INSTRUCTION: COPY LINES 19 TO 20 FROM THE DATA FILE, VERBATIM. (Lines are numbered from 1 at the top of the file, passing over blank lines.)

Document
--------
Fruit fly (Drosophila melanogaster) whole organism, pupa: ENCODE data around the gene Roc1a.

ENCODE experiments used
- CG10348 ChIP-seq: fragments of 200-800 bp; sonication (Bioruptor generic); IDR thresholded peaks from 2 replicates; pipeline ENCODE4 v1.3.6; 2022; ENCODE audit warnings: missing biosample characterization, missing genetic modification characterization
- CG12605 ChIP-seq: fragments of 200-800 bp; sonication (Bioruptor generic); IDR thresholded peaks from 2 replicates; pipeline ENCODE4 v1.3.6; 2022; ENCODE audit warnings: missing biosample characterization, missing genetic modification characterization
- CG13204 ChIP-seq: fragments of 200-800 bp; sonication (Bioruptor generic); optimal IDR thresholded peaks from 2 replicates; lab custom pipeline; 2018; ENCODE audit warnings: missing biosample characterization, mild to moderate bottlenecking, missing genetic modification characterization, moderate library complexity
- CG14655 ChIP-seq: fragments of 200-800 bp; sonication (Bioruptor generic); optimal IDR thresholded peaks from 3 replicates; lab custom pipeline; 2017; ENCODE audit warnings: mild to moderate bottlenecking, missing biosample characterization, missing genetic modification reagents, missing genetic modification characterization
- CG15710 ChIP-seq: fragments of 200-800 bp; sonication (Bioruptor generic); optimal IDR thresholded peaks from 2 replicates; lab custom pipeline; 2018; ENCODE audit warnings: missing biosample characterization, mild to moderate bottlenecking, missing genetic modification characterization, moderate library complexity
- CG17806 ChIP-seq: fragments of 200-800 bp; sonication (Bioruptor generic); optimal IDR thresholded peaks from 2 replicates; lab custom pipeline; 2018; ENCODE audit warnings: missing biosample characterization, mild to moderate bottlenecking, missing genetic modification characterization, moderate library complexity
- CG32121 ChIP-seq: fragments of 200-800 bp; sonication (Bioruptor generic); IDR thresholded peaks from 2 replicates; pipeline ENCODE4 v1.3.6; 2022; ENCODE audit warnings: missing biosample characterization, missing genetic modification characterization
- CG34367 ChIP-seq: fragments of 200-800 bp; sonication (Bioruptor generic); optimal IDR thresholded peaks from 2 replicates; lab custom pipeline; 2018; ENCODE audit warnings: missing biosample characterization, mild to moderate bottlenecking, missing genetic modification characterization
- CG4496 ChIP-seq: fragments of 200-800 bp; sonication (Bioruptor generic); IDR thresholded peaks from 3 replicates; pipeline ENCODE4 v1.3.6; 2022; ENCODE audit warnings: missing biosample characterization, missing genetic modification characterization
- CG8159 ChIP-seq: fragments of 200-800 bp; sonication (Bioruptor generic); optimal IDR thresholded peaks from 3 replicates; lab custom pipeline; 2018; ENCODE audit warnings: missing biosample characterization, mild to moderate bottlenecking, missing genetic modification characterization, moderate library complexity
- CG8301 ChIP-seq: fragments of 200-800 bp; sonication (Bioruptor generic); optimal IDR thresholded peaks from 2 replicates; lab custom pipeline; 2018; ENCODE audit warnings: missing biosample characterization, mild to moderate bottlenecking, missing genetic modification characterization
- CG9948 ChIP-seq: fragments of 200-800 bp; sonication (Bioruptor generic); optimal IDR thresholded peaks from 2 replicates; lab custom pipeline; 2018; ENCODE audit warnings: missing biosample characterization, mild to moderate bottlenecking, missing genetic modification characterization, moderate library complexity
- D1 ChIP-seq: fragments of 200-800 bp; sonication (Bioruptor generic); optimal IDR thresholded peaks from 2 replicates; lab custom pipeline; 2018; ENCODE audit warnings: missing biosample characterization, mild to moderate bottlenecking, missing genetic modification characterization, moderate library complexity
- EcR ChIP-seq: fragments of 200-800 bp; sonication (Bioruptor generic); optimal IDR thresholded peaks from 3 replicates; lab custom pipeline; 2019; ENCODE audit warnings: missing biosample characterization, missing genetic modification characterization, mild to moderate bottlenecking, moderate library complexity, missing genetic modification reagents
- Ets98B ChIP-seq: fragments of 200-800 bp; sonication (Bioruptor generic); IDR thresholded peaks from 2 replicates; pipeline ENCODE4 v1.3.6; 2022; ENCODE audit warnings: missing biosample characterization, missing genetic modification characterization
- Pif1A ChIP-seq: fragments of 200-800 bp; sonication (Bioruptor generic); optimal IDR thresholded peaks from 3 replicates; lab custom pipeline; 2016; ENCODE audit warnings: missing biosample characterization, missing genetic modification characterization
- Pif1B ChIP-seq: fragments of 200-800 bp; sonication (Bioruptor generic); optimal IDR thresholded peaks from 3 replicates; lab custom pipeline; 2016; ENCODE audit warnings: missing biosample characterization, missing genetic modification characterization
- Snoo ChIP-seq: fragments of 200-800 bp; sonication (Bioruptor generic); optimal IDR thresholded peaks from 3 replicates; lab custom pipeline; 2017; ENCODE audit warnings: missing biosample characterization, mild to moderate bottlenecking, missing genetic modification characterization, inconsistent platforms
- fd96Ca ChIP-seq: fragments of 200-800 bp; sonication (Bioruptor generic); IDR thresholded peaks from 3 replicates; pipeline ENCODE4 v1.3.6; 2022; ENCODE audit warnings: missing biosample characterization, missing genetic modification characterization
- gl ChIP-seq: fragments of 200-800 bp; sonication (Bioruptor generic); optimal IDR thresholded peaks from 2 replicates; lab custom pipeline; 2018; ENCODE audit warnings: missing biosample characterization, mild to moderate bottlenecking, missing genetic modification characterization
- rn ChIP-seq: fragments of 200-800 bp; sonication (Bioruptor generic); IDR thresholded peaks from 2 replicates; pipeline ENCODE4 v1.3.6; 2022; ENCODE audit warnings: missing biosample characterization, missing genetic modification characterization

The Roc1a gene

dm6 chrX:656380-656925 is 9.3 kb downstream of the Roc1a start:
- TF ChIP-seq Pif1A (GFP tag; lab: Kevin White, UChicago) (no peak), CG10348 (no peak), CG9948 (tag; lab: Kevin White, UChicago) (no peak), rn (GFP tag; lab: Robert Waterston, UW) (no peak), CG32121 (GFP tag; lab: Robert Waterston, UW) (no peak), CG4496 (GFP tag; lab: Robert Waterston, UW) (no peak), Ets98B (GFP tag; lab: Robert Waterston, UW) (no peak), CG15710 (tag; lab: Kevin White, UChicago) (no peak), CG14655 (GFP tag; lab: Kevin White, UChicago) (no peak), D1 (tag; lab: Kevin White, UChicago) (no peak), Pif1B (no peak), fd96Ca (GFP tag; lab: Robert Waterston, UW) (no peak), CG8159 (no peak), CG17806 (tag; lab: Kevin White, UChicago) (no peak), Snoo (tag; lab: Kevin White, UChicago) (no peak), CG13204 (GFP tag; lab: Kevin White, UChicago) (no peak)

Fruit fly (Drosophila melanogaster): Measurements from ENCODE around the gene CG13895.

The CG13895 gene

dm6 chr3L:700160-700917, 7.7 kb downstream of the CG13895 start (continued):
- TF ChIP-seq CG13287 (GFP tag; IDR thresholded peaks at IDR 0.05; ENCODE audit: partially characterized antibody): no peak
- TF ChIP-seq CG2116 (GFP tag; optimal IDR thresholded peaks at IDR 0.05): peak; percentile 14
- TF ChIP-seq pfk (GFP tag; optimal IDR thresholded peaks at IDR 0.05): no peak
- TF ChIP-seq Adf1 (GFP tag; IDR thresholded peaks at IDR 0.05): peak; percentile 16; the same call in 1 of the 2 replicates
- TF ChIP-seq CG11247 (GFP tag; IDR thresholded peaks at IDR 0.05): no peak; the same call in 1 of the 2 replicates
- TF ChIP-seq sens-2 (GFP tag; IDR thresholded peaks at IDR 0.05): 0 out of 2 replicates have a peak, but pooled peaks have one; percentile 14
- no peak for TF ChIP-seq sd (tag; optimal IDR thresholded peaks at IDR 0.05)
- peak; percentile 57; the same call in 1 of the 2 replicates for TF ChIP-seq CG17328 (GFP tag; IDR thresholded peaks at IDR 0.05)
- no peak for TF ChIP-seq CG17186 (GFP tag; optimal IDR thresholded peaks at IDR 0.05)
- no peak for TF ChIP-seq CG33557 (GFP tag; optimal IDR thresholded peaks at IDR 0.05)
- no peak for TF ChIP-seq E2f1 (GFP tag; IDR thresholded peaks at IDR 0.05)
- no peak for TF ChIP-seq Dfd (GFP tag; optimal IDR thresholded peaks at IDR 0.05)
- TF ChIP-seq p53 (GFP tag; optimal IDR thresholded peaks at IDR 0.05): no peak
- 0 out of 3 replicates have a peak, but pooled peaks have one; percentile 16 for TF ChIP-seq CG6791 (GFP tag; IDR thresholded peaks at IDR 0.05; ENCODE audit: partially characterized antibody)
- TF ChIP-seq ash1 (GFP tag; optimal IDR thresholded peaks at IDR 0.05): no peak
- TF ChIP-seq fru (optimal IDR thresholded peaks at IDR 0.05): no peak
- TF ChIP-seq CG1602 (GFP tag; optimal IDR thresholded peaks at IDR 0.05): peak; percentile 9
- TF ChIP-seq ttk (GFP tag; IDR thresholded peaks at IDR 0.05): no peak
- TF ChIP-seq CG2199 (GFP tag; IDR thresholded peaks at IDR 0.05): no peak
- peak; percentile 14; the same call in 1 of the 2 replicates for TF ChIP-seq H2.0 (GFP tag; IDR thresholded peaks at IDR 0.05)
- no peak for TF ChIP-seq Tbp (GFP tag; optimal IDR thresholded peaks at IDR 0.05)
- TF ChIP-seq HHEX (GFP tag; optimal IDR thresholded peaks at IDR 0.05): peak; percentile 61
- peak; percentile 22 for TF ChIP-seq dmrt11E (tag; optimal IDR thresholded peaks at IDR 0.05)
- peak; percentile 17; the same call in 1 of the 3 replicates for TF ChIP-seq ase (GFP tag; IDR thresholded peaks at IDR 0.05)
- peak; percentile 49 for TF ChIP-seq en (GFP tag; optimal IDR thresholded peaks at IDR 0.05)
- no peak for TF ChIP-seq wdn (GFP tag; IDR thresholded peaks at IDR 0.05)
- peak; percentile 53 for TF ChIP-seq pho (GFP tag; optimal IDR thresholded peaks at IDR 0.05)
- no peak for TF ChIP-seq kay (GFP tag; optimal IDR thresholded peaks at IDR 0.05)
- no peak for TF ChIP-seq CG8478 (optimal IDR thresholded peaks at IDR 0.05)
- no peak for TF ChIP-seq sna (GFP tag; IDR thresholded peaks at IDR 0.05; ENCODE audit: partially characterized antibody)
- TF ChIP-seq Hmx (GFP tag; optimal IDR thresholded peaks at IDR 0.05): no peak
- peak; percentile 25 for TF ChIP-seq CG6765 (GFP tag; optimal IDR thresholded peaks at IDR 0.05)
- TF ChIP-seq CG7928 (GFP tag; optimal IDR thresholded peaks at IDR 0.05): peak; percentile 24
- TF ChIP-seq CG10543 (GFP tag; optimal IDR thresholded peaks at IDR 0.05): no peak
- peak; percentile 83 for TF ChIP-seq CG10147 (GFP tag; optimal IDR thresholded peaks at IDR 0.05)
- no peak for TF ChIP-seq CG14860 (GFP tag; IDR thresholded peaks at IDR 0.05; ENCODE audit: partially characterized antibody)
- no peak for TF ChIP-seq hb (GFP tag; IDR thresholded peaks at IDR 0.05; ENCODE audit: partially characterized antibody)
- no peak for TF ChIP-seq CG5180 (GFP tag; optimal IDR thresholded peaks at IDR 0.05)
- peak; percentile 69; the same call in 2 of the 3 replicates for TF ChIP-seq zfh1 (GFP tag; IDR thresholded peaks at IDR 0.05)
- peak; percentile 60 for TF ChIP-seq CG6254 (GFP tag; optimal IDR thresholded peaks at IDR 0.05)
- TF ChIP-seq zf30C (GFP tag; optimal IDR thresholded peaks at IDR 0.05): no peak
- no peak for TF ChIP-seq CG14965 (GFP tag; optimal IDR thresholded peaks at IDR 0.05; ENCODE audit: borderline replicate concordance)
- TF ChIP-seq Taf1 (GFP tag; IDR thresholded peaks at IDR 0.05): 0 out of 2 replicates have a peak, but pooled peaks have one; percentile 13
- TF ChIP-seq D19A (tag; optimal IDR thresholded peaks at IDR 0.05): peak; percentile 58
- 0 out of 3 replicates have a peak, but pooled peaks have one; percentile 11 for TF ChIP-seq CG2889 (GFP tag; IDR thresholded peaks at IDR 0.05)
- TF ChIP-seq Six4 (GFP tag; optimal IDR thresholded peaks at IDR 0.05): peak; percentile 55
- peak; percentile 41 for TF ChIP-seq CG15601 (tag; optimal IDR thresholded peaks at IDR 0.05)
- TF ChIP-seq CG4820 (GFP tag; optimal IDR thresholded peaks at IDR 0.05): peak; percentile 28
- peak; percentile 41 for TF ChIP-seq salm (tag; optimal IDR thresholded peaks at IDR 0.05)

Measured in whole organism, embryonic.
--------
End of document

- Pif1B ChIP-seq: fragments of 200-800 bp; sonication (Bioruptor generic); optimal IDR thresholded peaks from 3 replicates; lab custom pipeline; 2016; ENCODE audit warnings: missing biosample characterization, missing genetic modification characterization
- Snoo ChIP-seq: fragments of 200-800 bp; sonication (Bioruptor generic); optimal IDR thresholded peaks from 3 replicates; lab custom pipeline; 2017; ENCODE audit warnings: missing biosample characterization, mild to moderate bottlenecking, missing genetic modification characterization, inconsistent platforms